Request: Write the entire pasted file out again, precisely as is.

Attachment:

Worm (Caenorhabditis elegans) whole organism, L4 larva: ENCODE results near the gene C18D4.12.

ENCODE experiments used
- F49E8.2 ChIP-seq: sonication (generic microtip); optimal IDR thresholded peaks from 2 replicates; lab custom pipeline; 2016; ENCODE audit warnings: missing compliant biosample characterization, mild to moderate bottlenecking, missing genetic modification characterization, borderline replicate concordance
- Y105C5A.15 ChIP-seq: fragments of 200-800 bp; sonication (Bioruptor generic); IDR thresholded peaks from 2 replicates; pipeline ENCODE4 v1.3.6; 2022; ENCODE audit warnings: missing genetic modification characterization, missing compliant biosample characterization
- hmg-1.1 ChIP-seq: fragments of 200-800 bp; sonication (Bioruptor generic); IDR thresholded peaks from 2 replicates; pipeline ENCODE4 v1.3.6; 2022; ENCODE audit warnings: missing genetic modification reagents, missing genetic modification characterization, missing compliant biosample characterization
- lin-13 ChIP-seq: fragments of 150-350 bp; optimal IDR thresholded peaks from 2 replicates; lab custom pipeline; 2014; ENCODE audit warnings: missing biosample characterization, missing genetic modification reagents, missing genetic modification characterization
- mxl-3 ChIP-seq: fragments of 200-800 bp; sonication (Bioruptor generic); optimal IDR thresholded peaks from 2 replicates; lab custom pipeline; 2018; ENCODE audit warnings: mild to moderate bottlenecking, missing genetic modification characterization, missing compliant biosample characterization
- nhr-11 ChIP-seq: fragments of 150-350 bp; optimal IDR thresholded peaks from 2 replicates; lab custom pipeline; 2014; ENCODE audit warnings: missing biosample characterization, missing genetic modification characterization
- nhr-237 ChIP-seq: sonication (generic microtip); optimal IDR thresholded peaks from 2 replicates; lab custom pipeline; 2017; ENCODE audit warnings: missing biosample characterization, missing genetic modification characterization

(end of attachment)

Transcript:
Worm (Caenorhabditis elegans) whole organism, L4 larva: ENCODE results near the gene C18D4.12.

ENCODE experiments used
- F49E8.2 ChIP-seq: sonication (generic microtip); optimal IDR thresholded peaks from 2 replicates; lab custom pipeline; 2016; ENCODE audit warnings: missing compliant biosample characterization, mild to moderate bottlenecking, missing genetic modification characterization, borderline replicate concordance
- Y105C5A.15 ChIP-seq: fragments of 200-800 bp; sonication (Bioruptor generic); IDR thresholded peaks from 2 replicates; pipeline ENCODE4 v1.3.6; 2022; ENCODE audit warnings: missing genetic modification characterization, missing compliant biosample characterization
- hmg-1.1 ChIP-seq: fragments of 200-800 bp; sonication (Bioruptor generic); IDR thresholded peaks from 2 replicates; pipeline ENCODE4 v1.3.6; 2022; ENCODE audit warnings: missing genetic modification reagents, missing genetic modification characterization, missing compliant biosample characterization
- lin-13 ChIP-seq: fragments of 150-350 bp; optimal IDR thresholded peaks from 2 replicates; lab custom pipeline; 2014; ENCODE audit warnings: missing biosample characterization, missing genetic modification reagents, missing genetic modification characterization
- mxl-3 ChIP-seq: fragments of 200-800 bp; sonication (Bioruptor generic); optimal IDR thresholded peaks from 2 replicates; lab custom pipeline; 2018; ENCODE audit warnings: mild to moderate bottlenecking, missing genetic modification characterization, missing compliant biosample characterization
- nhr-11 ChIP-seq: fragments of 150-350 bp; optimal IDR thresholded peaks from 2 replicates; lab custom pipeline; 2014; ENCODE audit warnings: missing biosample characterization, missing genetic modification characterization
- nhr-237 ChIP-seq: sonication (generic microtip); optimal IDR thresholded peaks from 2 replicates; lab custom pipeline; 2017; ENCODE audit warnings: missing biosample characterization, missing genetic modification characterization